Authors

Paul Di Salvo '13, Gettysburg College

Kalley S. Hansel '14, Gettysburg College

Jessica L. Zupancic '14, Gettysburg College

Andrew M. Wilson, Gettysburg College

Document Type

Presentation

Date of Creation

3-2013

Department

Environmental Studies

Abstract

The upland sandpiper (Bartramia Longuardia) has experienced a steep population decline in the northeastern U.S. since the mid-20th Century. In Pennsylvania it was found in less than 0.5% of atlas blocks during the Second Atlas of Breeding Birds in Pennsylvania project (2nd PBBA; 2004-09) and breeding was confirmed at only two locations. Due to continued declines and a small population size, the upland sandpiper was listed as PA endangered in 2012. During May 2012 the areas around 15 2nd PBBA upland sandpiper sightings were resurveyed by Gettysburg College students and volunteer birdwatchers. The aim was to establish whether the atlas records related to persisting populations. We used five-minute audio playback at up to 10 locations within 4km of the atlas sightings. A maximum of 19 pairs/calling male upland sandpipers were found across the state in 2012, most of them on or close to reclaimed surface mines. However, locating such a scarce species can be problematic, and it is still not known to what extent the species is under-reported. To help direct future surveys we analyzed data from the 2nd PBBA and the 2012 survey to produce a habitat suitability model for the upland sandpiper in Pennsylvania. We used a GIS framework to determine areas of suitable habitat and then stratified these by proximity to recent (2004-2012) upland sandpiper sightings. We recommend that our suitability model be used to establish a sampling protocol for more thorough statewide upland sandpiper survey every five years, in order that the species’ precarious status can be closely monitored.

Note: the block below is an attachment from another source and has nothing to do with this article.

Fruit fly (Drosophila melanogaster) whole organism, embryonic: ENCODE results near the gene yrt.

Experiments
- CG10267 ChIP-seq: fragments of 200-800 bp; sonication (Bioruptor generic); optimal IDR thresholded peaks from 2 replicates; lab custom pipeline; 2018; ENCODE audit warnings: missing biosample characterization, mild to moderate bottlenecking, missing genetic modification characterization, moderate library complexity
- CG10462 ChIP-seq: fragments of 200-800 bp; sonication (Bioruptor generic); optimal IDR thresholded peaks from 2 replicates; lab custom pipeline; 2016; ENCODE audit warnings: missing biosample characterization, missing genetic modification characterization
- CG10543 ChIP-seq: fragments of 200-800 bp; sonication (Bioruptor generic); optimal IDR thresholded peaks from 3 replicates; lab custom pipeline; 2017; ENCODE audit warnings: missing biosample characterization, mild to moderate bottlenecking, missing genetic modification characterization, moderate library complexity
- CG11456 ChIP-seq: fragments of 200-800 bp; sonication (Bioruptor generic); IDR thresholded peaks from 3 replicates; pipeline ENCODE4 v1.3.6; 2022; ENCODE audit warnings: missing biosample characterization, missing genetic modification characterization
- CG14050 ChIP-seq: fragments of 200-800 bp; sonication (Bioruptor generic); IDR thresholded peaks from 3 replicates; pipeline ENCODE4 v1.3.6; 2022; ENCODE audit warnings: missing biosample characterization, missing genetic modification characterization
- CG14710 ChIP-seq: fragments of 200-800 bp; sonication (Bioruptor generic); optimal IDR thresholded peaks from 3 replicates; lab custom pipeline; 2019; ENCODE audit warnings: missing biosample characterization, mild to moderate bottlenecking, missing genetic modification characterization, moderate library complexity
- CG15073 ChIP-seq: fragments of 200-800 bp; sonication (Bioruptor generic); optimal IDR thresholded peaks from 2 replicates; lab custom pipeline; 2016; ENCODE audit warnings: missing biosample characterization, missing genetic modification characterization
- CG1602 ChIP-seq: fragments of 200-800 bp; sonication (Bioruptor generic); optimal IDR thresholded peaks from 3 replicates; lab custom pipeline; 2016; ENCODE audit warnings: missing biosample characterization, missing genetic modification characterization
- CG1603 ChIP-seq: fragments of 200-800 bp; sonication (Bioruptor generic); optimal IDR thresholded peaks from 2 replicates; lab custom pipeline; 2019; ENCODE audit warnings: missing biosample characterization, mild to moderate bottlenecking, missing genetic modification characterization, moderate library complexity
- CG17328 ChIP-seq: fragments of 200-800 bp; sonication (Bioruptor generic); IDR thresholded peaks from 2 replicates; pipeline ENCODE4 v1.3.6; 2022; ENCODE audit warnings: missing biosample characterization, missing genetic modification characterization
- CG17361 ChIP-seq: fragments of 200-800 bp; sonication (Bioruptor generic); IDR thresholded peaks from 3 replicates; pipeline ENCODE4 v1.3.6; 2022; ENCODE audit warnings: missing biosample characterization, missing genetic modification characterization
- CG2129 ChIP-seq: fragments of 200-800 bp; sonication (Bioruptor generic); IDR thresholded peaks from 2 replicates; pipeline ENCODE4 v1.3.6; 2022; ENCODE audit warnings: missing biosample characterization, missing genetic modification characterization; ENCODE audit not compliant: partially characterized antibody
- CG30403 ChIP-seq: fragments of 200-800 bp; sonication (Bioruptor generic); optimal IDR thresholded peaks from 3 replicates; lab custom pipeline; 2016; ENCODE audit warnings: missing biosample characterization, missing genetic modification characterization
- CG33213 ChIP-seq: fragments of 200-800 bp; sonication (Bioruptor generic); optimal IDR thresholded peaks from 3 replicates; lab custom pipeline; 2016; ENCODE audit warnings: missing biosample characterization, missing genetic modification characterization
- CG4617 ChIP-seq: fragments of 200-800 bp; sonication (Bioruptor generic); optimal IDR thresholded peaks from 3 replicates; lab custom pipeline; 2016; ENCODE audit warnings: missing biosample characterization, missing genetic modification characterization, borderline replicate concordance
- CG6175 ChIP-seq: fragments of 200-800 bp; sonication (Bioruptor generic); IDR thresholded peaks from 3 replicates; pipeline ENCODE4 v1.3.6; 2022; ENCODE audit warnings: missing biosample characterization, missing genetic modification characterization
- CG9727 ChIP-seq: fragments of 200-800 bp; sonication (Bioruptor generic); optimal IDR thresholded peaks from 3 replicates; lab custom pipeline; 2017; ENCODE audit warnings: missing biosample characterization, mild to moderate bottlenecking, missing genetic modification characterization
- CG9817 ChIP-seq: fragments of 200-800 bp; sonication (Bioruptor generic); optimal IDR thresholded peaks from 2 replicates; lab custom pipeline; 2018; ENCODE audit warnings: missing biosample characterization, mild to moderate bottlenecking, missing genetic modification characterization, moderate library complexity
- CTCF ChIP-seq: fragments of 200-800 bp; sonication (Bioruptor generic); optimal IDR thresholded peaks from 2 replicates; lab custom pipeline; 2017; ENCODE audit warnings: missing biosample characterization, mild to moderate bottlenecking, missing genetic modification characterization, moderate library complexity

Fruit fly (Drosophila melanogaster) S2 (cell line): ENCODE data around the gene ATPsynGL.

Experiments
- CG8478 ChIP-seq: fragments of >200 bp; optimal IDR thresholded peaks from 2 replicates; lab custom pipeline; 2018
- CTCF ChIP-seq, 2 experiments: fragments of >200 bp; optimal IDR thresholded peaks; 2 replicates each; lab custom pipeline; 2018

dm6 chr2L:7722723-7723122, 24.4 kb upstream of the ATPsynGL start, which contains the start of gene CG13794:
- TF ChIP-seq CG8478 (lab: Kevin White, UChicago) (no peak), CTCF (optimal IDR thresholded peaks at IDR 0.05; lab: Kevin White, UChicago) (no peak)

Comments

This presentation was given at The Pennsylvania Chapter of the Wildlife Society Annual Meeting, State College PA, 22nd-23rd March 2013.

Share

COinS